The only people who will play by the rules of the Cashless Society are those who are petrified of independence and freedom or who are tied into the political powers so tightly they can't risk escaping the constant monitoring and control that the Cashless Society provides the Ruling Elite.

Everyone else will gladly alter their standard of living in order to live freely.

Okienomics's picture

Yeah, that's the ticket, everyone will GLADLY reduce their standard of living to live freely.  They will NEVER submit to background checks to purchase a firearm. They will NEVER allow TSA agents to grope their wives and children in the name of security.  They will NEVER... oh never mind...

Jeffersonian Liberal's picture

Did I say "everyone"? No, I didn't. But that's what you took from it, and it was from that you constructed your straw-man argument.

Try to think this through, mm-kay?

Not everyone will change their lives, but many will. Many people in this country are just looking for the excuse to get out of the rat race, to get off the grid, to slip into the shadows so Big Brother and Big Sister cannot monitor their every breath.

I do believe that switching to a cashless society will be the exact catalyst that millions of thinking and aware Americans in this country need in order to make that switch.

Jeffersonian Liberal's picture

As I wrote on this thread:

http://www.zerohedge.com/news/2016-11-16/stunning-scenes-panic-gold-pric...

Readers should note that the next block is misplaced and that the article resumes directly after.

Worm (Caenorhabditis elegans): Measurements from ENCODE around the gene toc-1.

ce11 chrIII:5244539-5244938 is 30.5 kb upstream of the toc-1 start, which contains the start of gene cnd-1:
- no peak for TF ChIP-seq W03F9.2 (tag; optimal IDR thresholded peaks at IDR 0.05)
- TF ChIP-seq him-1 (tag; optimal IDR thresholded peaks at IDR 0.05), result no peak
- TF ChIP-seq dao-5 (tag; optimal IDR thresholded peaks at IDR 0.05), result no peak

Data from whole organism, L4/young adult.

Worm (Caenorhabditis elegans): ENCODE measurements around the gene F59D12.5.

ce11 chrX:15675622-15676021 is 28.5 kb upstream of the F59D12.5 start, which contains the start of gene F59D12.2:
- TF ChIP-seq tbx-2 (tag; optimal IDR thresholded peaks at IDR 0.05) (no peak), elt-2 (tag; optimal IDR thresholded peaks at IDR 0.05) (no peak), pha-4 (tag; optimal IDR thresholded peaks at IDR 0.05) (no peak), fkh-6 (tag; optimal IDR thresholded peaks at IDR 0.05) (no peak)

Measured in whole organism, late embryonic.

They switched from coin to paper/linen in the past because paper was so much more convenient (lighter, takes up less room, can be folded).

Their goal here (and the goal of other nations banning higher denominations) is to force -- eventually -- people to carry their cash in 1's and 5's.

The idea is that people will get so fed up have having huge wads of smaller bills that they'll demand that their governments "offer" the alternative of digital currency.

The governments will be happy to oblige, since that is their ultimate objective.

Once it is available as an alternative, they'll phase out non-digital currencies completely.

Then they'll be able to monitor your every transaction and shut down all of your buying/selling activities should they deem you not to be "in compliance" with whatever they dictate.

******

They boil us by increments.

The only question that remains is, "Why have the Western central banks decided on India to push this "cashless society" forward into hard reality?"

Calmyourself's picture

Great question, wht was India chosen to cram this down their people throats first.  A poster above asked if Modi should be banned?  No, in all seriouness he needs to be removed most expeditiously and with great violence. A cashless society is a godless society primed for massive tyranny of the elites against a society of defenseless proles.  We must not ever let it get that far here.

xythras's picture
xythras (not verified) Calmyourself Nov 27, 2016 6:59 PM

They thought they fluoridized enough the Ganges river in the last decades so now is the time to move to the next step: cashless society.